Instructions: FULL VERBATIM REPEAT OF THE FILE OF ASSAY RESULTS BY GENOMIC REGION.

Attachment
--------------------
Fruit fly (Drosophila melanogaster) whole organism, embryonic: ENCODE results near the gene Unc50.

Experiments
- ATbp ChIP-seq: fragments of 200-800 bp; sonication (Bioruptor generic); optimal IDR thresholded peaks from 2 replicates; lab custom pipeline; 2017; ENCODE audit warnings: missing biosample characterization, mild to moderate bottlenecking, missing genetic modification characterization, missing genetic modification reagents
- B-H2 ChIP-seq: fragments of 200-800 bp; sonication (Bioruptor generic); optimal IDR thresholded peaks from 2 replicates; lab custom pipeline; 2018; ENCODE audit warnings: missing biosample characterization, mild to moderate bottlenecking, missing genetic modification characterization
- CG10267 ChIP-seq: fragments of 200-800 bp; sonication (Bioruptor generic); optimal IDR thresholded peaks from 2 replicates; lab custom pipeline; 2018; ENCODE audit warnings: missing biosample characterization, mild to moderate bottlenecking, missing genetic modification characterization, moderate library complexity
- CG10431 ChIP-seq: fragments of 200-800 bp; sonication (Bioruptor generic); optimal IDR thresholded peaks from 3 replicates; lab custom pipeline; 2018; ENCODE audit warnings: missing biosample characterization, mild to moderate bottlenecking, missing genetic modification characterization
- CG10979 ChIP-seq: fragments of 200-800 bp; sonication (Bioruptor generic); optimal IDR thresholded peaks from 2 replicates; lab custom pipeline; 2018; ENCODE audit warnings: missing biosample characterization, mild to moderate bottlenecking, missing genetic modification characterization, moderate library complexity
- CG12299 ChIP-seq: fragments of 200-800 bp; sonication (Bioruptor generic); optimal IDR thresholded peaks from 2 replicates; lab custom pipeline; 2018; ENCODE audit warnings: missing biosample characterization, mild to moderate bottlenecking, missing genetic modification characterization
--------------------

Fruit fly (Drosophila melanogaster) whole organism, embryonic: ENCODE results near the gene Unc50.

Experiments
- ATbp ChIP-seq: fragments of 200-800 bp; sonication (Bioruptor generic); optimal IDR thresholded peaks from 2 replicates; lab custom pipeline; 2017; ENCODE audit warnings: missing biosample characterization, mild to moderate bottlenecking, missing genetic modification characterization, missing genetic modification reagents
- B-H2 ChIP-seq: fragments of 200-800 bp; sonication (Bioruptor generic); optimal IDR thresholded peaks from 2 replicates; lab custom pipeline; 2018; ENCODE audit warnings: missing biosample characterization, mild to moderate bottlenecking, missing genetic modification characterization
- CG10267 ChIP-seq: fragments of 200-800 bp; sonication (Bioruptor generic); optimal IDR thresholded peaks from 2 replicates; lab custom pipeline; 2018; ENCODE audit warnings: missing biosample characterization, mild to moderate bottlenecking, missing genetic modification characterization, moderate library complexity
- CG10431 ChIP-seq: fragments of 200-800 bp; sonication (Bioruptor generic); optimal IDR thresholded peaks from 3 replicates; lab custom pipeline; 2018; ENCODE audit warnings: missing biosample characterization, mild to moderate bottlenecking, missing genetic modification characterization
- CG10979 ChIP-seq: fragments of 200-800 bp; sonication (Bioruptor generic); optimal IDR thresholded peaks from 2 replicates; lab custom pipeline; 2018; ENCODE audit warnings: missing biosample characterization, mild to moderate bottlenecking, missing genetic modification characterization, moderate library complexity
- CG12299 ChIP-seq: fragments of 200-800 bp; sonication (Bioruptor generic); optimal IDR thresholded peaks from 2 replicates; lab custom pipeline; 2018; ENCODE audit warnings: missing biosample characterization, mild to moderate bottlenecking, missing genetic modification characterization